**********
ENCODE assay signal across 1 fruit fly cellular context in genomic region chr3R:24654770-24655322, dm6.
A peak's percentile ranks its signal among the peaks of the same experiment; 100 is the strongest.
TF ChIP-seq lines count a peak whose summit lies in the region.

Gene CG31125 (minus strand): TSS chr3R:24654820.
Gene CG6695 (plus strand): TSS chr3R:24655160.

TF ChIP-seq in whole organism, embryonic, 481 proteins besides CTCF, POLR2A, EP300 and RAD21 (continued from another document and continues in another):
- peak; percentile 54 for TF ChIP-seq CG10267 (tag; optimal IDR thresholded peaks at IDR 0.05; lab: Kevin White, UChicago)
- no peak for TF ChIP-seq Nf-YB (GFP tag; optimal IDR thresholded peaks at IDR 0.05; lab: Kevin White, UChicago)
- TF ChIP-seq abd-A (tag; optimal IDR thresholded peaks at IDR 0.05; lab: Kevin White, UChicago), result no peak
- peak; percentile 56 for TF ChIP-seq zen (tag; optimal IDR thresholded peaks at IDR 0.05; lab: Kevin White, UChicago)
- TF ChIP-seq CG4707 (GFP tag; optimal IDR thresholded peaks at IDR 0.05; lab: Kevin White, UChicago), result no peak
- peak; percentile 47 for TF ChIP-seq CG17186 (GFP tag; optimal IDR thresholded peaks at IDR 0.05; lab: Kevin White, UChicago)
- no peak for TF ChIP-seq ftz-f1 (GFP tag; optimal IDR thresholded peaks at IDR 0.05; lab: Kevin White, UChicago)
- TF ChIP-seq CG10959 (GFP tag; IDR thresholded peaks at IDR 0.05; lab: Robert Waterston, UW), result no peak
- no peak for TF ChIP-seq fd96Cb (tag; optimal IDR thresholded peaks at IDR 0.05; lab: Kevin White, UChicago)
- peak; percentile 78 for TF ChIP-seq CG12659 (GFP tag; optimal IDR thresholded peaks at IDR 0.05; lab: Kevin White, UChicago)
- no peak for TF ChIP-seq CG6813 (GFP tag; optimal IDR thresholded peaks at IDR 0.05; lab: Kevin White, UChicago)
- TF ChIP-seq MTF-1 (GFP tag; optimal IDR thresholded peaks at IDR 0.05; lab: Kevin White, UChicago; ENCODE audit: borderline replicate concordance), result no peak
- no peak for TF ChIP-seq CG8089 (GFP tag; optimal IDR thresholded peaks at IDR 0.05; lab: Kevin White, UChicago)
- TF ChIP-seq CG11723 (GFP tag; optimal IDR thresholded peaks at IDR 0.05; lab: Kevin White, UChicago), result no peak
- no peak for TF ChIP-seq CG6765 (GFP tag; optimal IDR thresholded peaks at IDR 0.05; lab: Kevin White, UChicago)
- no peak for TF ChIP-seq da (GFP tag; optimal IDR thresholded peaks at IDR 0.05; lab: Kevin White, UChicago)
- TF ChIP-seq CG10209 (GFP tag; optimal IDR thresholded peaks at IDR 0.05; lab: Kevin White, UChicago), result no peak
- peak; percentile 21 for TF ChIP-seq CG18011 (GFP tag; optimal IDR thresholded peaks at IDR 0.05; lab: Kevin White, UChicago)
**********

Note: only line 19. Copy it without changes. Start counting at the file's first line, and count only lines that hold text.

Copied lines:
- no peak for TF ChIP-seq CG8089 (GFP tag; optimal IDR thresholded peaks at IDR 0.05; lab: Kevin White, UChicago)